[5] Or the marginalized, abused, tortured, etc. It is a testament to this world’s great evil that we require so many terms to adequately describe those ground beneath violent wheels of power.

[6] John W. Riggs, Baptism in the Reformed Tradition: An Historical and Practical Theology, Columbia Series in Reformed Theology (Louisville, KY: Westminster John Knox Press, 2002), 38.

[7] Auguste Lecerf, An Introduction to Reformed Dogmatics (André Schlemmer, trans.; Grand Rapids, MI: Baker Book House, 1981), 385.

[8] PC(USA), The Constitution of the Presbyterian Church (U.S.A.): Part 1, Book of Confessions (Louisville, KY: Office of the General Assembly, 1999), xix.

[9] The ruler believes that he has observed the second table of the Law (which concerns love of neighbor and forbids stealing, bearing false witness, etc.) just as fully as the first table (which concerns rejecting idolatry, the worship of other gods, etc.). Indeed, Jesus only explicitly mentions, and the ruler only explicitly affirms observing, commandments from the second table. That Jesus points to the ruler’s wealth in response to the affirmation that he observed love of neighbor suggests that precisely that wealth stands as a witness against the ruler, implicating him in failing to observe the Law’s second table. Perhaps the ruler went away sad not primarily because he realized that he could not join Jesus unless he gave away his wealth, but because he realized even more fundamentally that he had not in fact “kept all these [commandments] since my youth” (v 21).

[10] Karl Barth, Church Dogmatics, 4 volumes in 13 part-volumes (Geoffrey W. Bromiley and Thomas F. Torrance, trans. & ed.; Edinburgh: T&T Clark, 1956-75), 1.1, 55. For a technical theological discussion of how this works, cf. George Hunsinger, How to Read Karl Barth: The Shape of His Theology (New York: Oxford University Press, 1991), 234-80.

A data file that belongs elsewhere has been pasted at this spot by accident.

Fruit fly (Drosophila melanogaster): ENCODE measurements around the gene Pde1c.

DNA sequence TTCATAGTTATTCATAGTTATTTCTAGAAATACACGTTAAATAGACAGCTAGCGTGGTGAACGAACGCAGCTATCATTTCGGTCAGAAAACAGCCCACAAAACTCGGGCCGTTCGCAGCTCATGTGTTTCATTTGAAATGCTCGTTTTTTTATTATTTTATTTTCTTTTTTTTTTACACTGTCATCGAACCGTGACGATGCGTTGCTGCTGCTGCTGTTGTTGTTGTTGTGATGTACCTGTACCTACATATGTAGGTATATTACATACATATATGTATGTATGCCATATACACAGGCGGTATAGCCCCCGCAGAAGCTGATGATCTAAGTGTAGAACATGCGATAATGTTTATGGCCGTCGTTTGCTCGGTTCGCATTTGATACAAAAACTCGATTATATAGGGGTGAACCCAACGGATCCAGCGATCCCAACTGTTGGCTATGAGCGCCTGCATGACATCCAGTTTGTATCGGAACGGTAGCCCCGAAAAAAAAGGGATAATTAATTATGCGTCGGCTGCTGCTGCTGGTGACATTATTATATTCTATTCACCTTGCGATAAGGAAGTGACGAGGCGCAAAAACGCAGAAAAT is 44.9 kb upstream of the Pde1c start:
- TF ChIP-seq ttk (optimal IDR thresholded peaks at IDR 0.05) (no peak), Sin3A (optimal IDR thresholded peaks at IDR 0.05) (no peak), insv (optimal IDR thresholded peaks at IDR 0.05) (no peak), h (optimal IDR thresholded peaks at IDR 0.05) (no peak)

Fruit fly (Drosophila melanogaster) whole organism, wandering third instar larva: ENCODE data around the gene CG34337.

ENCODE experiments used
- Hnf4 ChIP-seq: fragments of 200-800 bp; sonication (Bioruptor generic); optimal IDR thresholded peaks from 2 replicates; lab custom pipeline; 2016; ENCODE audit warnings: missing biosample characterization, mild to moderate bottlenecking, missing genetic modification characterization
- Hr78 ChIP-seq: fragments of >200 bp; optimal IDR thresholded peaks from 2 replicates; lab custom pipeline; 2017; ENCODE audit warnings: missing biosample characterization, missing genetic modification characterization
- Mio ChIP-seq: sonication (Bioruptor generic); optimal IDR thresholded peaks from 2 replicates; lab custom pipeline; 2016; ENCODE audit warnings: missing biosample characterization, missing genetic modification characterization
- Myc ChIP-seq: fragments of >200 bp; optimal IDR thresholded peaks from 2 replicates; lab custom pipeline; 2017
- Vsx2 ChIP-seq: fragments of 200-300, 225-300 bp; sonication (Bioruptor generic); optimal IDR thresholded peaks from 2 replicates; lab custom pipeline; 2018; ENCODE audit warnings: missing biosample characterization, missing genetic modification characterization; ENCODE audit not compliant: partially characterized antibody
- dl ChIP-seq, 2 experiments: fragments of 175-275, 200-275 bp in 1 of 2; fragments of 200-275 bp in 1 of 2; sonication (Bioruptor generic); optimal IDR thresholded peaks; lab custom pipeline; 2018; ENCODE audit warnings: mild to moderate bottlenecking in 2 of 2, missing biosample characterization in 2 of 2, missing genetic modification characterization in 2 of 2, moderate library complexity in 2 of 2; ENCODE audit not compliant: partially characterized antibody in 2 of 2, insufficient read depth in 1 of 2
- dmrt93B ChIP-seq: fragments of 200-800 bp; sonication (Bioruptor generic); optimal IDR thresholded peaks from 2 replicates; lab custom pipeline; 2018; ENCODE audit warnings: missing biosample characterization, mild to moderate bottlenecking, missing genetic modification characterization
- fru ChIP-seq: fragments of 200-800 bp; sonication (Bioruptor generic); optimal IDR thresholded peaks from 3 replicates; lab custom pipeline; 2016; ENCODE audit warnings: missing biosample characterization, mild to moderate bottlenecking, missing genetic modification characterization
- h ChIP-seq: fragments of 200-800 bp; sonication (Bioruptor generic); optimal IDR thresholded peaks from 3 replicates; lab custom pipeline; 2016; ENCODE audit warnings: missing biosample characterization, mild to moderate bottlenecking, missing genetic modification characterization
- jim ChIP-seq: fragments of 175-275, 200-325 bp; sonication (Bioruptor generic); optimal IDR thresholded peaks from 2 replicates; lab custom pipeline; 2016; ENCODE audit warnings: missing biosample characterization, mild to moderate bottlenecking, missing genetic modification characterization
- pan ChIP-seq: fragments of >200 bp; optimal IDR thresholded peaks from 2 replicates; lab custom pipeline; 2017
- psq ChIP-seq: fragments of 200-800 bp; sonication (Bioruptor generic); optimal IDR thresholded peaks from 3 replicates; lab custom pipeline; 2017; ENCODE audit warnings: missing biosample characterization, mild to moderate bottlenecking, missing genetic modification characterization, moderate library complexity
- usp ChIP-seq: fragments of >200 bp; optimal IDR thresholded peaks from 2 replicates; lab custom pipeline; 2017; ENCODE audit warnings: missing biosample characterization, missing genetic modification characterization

[11] Helmut Gollwitzer, “Why I Am A Christian Socialist.” <http://portland.indymedia.org/en/2003/04/62441.shtml>. December 2011.

[12] One ought interpret this discussion as a call for concrete actualization of the theological and ecclesial values promoted by the Accra Confession, promulgated by the World Alliance of Reformed Churches (now merged with the Reformed Ecumenical Council to form the World Communion of Reformed Churches), in the contemporary social climate of the United States. This confession urges Reformed Christians throughout the world to “reject current world economic order imposed by global neoliberal capitalism and any other economic system…which defy God’s covenant by excluding the poor, the vulnerable and the whole of creation from the fullness of life” (§19). The confession’s full text is available for download on the Presbyterian Church (USA)’s website, <http://www.pcusa.org/resource/accra-confession-covenant-justice-economy-and-eart/>. December 2011.


photo of W. Travis McMaken

W. Travis McMaken is an Assistant Professor of Religion at Lindenwood University and a member of the Presbyterian Church (U.S.A.). He resides in St. Charles, Missouri, with his wife and two sons, and blogs at Der Evangelische Theologe (http://derevth.blogspot.com).
Banner Photo by David Shankbone.